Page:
According to Turlington, he started as a Cub Scout in first grade. Pursuing his goal to achieve his Eagle badge, he began moving up the scouting ranks at a rate that, he said, was moderate.
After Turlington reached fifth grade, he started in the ranking process, which began with Tenderfoot and progressed upward to Second Class; First Class; Star; Life; and the final and most prestigious, that of an Eagle Scout.
The ranks, Turlington said, are targeted for Boy Scouts from fifth grade to senior levels.
Although he’s only a sophomore, Turlington was able to receive his Eagle Scout by “working hard.”
“Most people get the Eagle badge in high school, but some who are very ambitious get it in the eighth grade,” Turlington explained.
The Eagle badge, along with other badges of achievement, were first introduced in 1908 by Robert S. S. Baden-Powell.
Initially, according to history, the highest available rank in scouting in the United States was the Wolf Badge, based on the Silver Wolf badge in Great Britain; however, because scouting officials believed the award should symbolize the prestigious American Eagle, they decided the rank of Eagle Scout should be considered the highest and the most prestigous.
However, in order for Turlington to receive the Eagle Scout, which only roughly 4 percent of all Scouts do achieve, he said several requirements had to be met.
The first of those was to be active in a troop for a period of six months after receiving the rank of Life Scout.
According to Turlington’s record, he went above and beyond six months as he served as a Life Scout for roughly two years in Troop 80, the troop in which he is still currently involved.
The next step required Turlington to demonstrate that he truly lives by the Scout Oath and Law; meaning, recommendations were warranted.
The third must in becoming an Eagle Scout is to earn a total of 21 merit badges including, camping; citizenship in the community; citizenship in the nation; citizenship in the world; communications; emergency preparedness; environmental science; and first aid, to name a handful.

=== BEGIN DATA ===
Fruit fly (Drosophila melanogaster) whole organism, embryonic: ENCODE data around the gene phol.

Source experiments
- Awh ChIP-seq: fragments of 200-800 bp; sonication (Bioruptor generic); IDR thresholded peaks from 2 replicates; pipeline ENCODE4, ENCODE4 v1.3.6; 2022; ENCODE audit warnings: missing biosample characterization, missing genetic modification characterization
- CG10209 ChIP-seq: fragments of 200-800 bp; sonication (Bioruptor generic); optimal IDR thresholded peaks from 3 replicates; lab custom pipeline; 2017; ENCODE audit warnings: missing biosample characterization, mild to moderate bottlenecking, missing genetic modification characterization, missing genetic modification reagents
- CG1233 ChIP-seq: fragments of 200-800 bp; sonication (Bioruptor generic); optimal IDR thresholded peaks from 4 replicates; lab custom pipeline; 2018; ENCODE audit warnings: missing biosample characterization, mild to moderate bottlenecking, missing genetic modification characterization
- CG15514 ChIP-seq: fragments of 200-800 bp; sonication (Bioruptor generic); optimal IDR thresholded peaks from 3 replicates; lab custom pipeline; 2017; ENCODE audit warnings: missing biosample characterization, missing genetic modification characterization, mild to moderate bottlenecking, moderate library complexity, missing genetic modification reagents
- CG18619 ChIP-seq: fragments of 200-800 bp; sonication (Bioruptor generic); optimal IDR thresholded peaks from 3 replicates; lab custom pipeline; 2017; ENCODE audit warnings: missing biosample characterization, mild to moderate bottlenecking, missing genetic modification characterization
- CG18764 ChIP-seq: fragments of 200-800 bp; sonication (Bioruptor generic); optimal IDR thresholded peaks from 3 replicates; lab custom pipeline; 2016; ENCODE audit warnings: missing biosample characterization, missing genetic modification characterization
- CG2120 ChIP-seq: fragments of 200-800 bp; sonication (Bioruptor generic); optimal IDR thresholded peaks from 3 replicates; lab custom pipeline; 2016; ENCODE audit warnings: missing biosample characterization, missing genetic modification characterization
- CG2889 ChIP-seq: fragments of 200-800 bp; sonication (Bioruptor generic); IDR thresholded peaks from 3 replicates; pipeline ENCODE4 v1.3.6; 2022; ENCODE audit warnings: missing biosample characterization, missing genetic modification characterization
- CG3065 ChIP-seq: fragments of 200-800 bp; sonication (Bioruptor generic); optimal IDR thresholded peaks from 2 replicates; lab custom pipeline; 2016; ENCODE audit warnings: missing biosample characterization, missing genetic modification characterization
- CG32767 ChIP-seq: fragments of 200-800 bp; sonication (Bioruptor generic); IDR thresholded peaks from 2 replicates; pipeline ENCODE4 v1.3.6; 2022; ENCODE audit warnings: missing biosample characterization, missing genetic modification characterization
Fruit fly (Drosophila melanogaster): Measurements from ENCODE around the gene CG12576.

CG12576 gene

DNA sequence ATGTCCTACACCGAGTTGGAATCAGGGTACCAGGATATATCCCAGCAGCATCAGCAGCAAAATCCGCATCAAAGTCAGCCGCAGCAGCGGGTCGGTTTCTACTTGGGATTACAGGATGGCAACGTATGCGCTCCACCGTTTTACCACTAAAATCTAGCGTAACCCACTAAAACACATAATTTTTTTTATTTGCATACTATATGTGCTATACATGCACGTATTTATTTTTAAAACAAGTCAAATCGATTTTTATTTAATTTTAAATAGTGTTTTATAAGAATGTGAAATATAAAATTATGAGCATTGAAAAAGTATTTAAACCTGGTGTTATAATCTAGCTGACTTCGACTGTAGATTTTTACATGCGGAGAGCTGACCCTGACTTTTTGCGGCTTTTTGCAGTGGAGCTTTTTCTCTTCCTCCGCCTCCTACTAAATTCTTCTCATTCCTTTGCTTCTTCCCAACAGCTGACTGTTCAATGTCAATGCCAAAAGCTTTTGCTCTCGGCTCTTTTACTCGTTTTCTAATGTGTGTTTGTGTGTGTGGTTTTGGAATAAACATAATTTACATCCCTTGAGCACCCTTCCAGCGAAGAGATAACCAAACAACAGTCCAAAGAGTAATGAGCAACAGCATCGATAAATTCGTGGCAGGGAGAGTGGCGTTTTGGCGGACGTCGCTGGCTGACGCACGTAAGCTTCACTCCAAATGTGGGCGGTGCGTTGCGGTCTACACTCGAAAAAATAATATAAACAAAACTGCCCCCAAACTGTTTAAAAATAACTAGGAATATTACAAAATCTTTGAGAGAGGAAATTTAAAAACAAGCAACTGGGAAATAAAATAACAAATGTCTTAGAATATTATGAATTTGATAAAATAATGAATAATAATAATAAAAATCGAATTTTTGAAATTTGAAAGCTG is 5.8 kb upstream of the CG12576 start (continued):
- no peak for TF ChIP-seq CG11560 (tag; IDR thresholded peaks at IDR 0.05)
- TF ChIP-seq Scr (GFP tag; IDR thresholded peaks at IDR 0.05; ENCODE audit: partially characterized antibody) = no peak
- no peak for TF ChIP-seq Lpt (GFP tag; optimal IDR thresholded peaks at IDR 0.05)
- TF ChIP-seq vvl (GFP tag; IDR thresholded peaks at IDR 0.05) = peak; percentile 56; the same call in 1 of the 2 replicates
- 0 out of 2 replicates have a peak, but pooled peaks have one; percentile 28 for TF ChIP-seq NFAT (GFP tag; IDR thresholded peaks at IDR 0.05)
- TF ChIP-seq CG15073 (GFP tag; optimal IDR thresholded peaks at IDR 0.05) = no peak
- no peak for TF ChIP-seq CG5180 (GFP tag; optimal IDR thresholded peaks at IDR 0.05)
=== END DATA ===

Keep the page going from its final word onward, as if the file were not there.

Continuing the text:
“Some of them taught you about swimming and life saving,” Turlington expounded.
Turlington was also required to work for a period of six months in a position of responsibility for the fourth requirement; therefore, he turned to the Clinton Parks and Recreation.
For the fifth requirement, Turlington had to construct, plan, support and lead a group in a service project.
According to Turlington, for this portion of the requirements, he decided to rejuvenate not only the sign to the soccer concession stand, but the area surrounding.
“I built a sign for the soccer concession stand, did the landscape and built benches,” he shared, adding that he had help from fellow Scouts, but he planed the entire thing out.
“He designed the bench so water could run through it,” Turlington’s mother Margaret Turlington described.
“I worked on the project for a year or about 70 hours,” Turlington furthered.
“He wanted to give back to soccer because he has been in it all of his life,” she concluded.
After completing the prior requirements, Turlington’s final obligation was to send a statement of ambitions.
“You try to stay in your troop and help others in the group,” Turlington spoke of his future goals now that he has obtained the highest honor.
He further stated that he will pursue gaining Eagle Palms and potentially becoming a troop leader.
Although his journey to becoming an Eagle Scout took many years, the pin he received outweighs the years because it belonged to his great-grandfather.
“His great-grandfather earned it in New York,” his mother noted, adding that prior to Turlington his uncle, Michael Peffers, received the pin as well.
“I’m glad that I finally finished up and it is over,” Turlington said with a sigh of relief, adding, “I’m glad to have been a part of the family tradition though.”
He continued, “You carry the Eagle Scout name for life and you wear the badge for your whole life.”
Even though Turlington has the title for the rest of his life, he said he chose to take the pin off of his uniform because of its vintage, fragile state.
Turlington is the son of Margaret and Tom Turlington of Clinton.
Jessica Wagner can be contacted at 910-592-8137 ext.122 or reached by e-mail at firstname.lastname@example.org